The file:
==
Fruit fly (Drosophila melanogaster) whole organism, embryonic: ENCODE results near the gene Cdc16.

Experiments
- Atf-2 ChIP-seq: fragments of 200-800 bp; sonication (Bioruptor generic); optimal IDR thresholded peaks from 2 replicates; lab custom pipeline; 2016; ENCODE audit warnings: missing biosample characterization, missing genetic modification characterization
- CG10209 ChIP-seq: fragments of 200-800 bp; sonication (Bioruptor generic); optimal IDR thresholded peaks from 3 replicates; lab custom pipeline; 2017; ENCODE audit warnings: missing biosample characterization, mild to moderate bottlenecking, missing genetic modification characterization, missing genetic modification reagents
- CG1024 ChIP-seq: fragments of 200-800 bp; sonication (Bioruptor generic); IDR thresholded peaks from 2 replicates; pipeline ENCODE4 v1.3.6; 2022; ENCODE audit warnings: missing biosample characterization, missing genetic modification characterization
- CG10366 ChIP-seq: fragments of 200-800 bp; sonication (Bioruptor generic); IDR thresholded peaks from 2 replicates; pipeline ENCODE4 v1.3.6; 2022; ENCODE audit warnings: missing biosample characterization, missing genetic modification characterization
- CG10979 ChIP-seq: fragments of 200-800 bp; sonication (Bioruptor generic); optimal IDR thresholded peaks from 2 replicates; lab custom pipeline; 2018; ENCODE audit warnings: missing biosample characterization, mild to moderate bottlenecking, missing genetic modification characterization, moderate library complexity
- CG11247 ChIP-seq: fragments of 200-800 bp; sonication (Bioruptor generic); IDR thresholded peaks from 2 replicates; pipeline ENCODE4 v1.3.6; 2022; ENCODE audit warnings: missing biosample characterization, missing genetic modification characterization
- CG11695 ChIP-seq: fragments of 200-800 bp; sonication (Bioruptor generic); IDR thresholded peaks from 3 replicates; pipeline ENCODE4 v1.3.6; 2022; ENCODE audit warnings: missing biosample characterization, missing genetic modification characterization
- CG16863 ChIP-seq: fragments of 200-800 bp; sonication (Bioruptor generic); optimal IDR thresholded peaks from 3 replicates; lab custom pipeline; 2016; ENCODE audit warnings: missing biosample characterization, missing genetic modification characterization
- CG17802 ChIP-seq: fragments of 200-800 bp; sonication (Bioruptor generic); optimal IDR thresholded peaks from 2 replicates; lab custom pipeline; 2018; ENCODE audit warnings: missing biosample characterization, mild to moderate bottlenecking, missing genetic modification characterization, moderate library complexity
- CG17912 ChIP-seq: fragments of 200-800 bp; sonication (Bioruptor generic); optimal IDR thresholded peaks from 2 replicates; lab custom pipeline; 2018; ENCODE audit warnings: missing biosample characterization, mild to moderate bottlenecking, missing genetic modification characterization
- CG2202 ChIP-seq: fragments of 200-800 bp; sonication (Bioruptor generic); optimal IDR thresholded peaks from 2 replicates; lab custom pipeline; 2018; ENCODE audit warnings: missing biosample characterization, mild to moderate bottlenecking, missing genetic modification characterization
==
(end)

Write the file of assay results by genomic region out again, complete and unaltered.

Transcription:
Fruit fly (Drosophila melanogaster) whole organism, embryonic: ENCODE results near the gene Cdc16.

Experiments
- Atf-2 ChIP-seq: fragments of 200-800 bp; sonication (Bioruptor generic); optimal IDR thresholded peaks from 2 replicates; lab custom pipeline; 2016; ENCODE audit warnings: missing biosample characterization, missing genetic modification characterization
- CG10209 ChIP-seq: fragments of 200-800 bp; sonication (Bioruptor generic); optimal IDR thresholded peaks from 3 replicates; lab custom pipeline; 2017; ENCODE audit warnings: missing biosample characterization, mild to moderate bottlenecking, missing genetic modification characterization, missing genetic modification reagents
- CG1024 ChIP-seq: fragments of 200-800 bp; sonication (Bioruptor generic); IDR thresholded peaks from 2 replicates; pipeline ENCODE4 v1.3.6; 2022; ENCODE audit warnings: missing biosample characterization, missing genetic modification characterization
- CG10366 ChIP-seq: fragments of 200-800 bp; sonication (Bioruptor generic); IDR thresholded peaks from 2 replicates; pipeline ENCODE4 v1.3.6; 2022; ENCODE audit warnings: missing biosample characterization, missing genetic modification characterization
- CG10979 ChIP-seq: fragments of 200-800 bp; sonication (Bioruptor generic); optimal IDR thresholded peaks from 2 replicates; lab custom pipeline; 2018; ENCODE audit warnings: missing biosample characterization, mild to moderate bottlenecking, missing genetic modification characterization, moderate library complexity
- CG11247 ChIP-seq: fragments of 200-800 bp; sonication (Bioruptor generic); IDR thresholded peaks from 2 replicates; pipeline ENCODE4 v1.3.6; 2022; ENCODE audit warnings: missing biosample characterization, missing genetic modification characterization
- CG11695 ChIP-seq: fragments of 200-800 bp; sonication (Bioruptor generic); IDR thresholded peaks from 3 replicates; pipeline ENCODE4 v1.3.6; 2022; ENCODE audit warnings: missing biosample characterization, missing genetic modification characterization
- CG16863 ChIP-seq: fragments of 200-800 bp; sonication (Bioruptor generic); optimal IDR thresholded peaks from 3 replicates; lab custom pipeline; 2016; ENCODE audit warnings: missing biosample characterization, missing genetic modification characterization
- CG17802 ChIP-seq: fragments of 200-800 bp; sonication (Bioruptor generic); optimal IDR thresholded peaks from 2 replicates; lab custom pipeline; 2018; ENCODE audit warnings: missing biosample characterization, mild to moderate bottlenecking, missing genetic modification characterization, moderate library complexity
- CG17912 ChIP-seq: fragments of 200-800 bp; sonication (Bioruptor generic); optimal IDR thresholded peaks from 2 replicates; lab custom pipeline; 2018; ENCODE audit warnings: missing biosample characterization, mild to moderate bottlenecking, missing genetic modification characterization
- CG2202 ChIP-seq: fragments of 200-800 bp; sonication (Bioruptor generic); optimal IDR thresholded peaks from 2 replicates; lab custom pipeline; 2018; ENCODE audit warnings: missing biosample characterization, mild to moderate bottlenecking, missing genetic modification characterization